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Conflict of Interest: Audit Firms and Clients

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Do you believe that a public accounting company can be truly independent if they are being paid by the client to audit the financial statements? Or is there an inherent conflict of interest in such an arrangement? Is there a better way to pay the auditors?

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Good question, and the truth is that anyone expecting to be paid for a service is probably not independent from the person making the payment. That might include dentists, carpenters, roofers, lawyers, etc. but it is our accepted mode of doing business.

The real question then is how do purchasers of any service insure that they will be treated fairly. Depending on the type of service, there are licensed sellers, there are local, state and federal agencies ...

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The 300 word solution discusses audit conflicts and independence with regard to fees charged for audited financial statements.

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You are a partner in the Denver office of a national public accounting firm.

You are a partner in the Denver office of a national public accounting firm. During the audit of one of your clients, you learn that this client is negotiating to sell some of its unproved oil and gas properties to a large investment company, which is an audit client of your New York office.

Your client acquired these properties several years ago at a cost of $15 million. The company drilled several exploratory wells, but found no developable resources. Last year, you and your client agreed that the value of these unproved properties had been "impaired" as defined in paragraph 28 of Financial Accounting Standards Board (FASB) 19. The company wrote the carrying value of the properties down to an estimated realizable value of $9 million and recognized a $6 million loss. You concurred with this treatment and issued an unqualified auditors' report on the company's financial statements.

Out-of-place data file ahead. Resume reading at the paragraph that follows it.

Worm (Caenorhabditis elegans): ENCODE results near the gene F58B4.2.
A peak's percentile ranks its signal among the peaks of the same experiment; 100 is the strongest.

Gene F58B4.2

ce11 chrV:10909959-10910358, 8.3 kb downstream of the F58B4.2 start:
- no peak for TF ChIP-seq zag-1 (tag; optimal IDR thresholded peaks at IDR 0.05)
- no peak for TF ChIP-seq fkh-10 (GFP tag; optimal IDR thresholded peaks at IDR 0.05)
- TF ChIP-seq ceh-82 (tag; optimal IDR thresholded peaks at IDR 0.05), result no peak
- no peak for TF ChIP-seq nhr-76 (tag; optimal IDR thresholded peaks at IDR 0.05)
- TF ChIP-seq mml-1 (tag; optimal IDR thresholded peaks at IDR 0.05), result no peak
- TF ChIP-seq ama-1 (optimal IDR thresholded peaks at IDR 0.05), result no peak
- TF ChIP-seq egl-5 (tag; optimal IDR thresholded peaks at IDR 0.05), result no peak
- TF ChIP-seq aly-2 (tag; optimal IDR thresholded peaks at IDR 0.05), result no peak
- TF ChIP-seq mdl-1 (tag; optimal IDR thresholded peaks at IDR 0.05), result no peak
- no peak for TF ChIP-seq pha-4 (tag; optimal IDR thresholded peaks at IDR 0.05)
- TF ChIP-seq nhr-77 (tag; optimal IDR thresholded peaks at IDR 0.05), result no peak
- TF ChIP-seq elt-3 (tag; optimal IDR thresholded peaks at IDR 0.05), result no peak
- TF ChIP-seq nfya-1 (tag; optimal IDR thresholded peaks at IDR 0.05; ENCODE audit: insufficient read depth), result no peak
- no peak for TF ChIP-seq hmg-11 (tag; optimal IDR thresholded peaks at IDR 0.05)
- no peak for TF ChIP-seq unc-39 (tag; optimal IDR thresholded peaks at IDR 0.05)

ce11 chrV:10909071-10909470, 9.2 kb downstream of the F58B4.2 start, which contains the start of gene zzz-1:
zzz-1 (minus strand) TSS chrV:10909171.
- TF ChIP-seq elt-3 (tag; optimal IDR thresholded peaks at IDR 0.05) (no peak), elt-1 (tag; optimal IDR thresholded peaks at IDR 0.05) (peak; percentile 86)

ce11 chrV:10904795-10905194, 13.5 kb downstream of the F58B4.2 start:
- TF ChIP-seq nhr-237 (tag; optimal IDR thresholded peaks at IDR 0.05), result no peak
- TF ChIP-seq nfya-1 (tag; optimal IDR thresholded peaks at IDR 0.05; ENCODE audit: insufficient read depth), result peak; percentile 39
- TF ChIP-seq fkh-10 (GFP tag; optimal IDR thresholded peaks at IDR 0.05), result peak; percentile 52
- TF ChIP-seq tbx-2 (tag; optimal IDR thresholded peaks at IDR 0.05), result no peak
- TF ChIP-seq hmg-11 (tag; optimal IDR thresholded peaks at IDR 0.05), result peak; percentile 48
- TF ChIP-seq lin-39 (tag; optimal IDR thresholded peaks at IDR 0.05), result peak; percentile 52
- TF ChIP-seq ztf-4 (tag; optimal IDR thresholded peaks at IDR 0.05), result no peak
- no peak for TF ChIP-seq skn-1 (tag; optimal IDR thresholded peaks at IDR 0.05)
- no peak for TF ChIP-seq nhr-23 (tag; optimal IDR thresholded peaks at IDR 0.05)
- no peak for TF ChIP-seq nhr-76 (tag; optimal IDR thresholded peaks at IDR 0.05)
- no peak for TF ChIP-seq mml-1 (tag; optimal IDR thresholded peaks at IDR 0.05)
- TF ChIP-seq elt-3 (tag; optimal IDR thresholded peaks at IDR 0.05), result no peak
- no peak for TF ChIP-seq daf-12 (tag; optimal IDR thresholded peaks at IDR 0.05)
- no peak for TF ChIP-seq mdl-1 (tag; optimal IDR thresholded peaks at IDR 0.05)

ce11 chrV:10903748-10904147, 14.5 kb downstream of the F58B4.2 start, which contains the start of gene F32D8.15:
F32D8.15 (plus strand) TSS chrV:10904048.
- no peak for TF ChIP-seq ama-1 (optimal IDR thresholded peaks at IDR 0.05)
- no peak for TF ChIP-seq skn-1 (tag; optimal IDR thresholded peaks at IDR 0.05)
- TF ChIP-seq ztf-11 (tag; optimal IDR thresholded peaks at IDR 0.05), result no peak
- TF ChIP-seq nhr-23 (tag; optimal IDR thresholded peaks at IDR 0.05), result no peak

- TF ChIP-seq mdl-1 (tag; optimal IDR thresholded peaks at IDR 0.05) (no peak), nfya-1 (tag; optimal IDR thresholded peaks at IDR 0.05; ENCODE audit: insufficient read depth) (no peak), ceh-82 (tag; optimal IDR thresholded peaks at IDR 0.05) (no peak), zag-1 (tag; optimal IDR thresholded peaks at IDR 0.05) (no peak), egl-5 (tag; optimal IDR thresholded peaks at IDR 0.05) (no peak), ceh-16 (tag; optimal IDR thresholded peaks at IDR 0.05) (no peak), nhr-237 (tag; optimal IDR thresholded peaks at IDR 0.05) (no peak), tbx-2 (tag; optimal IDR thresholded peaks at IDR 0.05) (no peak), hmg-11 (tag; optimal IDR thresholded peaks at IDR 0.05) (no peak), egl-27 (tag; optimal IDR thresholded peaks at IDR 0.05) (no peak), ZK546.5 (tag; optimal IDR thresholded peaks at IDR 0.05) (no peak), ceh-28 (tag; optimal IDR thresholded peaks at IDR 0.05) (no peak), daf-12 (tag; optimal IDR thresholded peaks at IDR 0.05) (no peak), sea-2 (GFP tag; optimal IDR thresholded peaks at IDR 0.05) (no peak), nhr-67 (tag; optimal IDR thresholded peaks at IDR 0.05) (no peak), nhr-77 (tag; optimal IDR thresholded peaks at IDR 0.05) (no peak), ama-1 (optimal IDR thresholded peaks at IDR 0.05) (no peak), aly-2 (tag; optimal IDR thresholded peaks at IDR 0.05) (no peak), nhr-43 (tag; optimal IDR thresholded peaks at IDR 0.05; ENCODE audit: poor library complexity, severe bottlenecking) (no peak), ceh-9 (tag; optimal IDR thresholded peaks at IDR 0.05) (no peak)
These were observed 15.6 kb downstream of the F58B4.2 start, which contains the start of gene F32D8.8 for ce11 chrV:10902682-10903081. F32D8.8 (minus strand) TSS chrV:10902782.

You are amazed to learn that the sales price for these properties being discussed by your client and the investment company is $42 million. You cannot understand why the investment company would pay such a high price and you wonder what representations your client may have made to the investment company concerning these properties. The management of your client company declines to discuss the details of the negotiations with you, calling them "quite delicate" and correctly pointing out that the future sale of these properties will not affect the financial statements currently under audit.

Summarize the arguments for advising the investment company (through your New York office) that you consider the properties grossly overpriced at $42 million.

Summarize the arguments for remaining silent and not offering any advice to the investment company on this matter.

Express your personal opinion as to the course of action you should take. Support your perspective from the research, additional readings, and prescribed text for the course. Indicate whether the arguments for advising the investment company or remaining silent most influenced your decision. If there is a difference between your personal and professional perspectives, please indicate the rationale for the divergence.

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